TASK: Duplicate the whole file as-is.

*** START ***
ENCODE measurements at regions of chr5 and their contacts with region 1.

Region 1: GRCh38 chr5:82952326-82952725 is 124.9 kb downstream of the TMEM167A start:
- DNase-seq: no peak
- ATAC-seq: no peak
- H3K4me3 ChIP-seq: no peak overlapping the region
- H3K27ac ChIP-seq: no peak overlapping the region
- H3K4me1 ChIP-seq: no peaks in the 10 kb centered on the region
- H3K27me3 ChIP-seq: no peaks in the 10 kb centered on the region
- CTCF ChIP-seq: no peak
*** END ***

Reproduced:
ENCODE measurements at regions of chr5 and their contacts with region 1.

Region 1: GRCh38 chr5:82952326-82952725 is 124.9 kb downstream of the TMEM167A start:
- DNase-seq: no peak
- ATAC-seq: no peak
- H3K4me3 ChIP-seq: no peak overlapping the region
- H3K27ac ChIP-seq: no peak overlapping the region
- H3K4me1 ChIP-seq: no peaks in the 10 kb centered on the region
- H3K27me3 ChIP-seq: no peaks in the 10 kb centered on the region
- CTCF ChIP-seq: no peak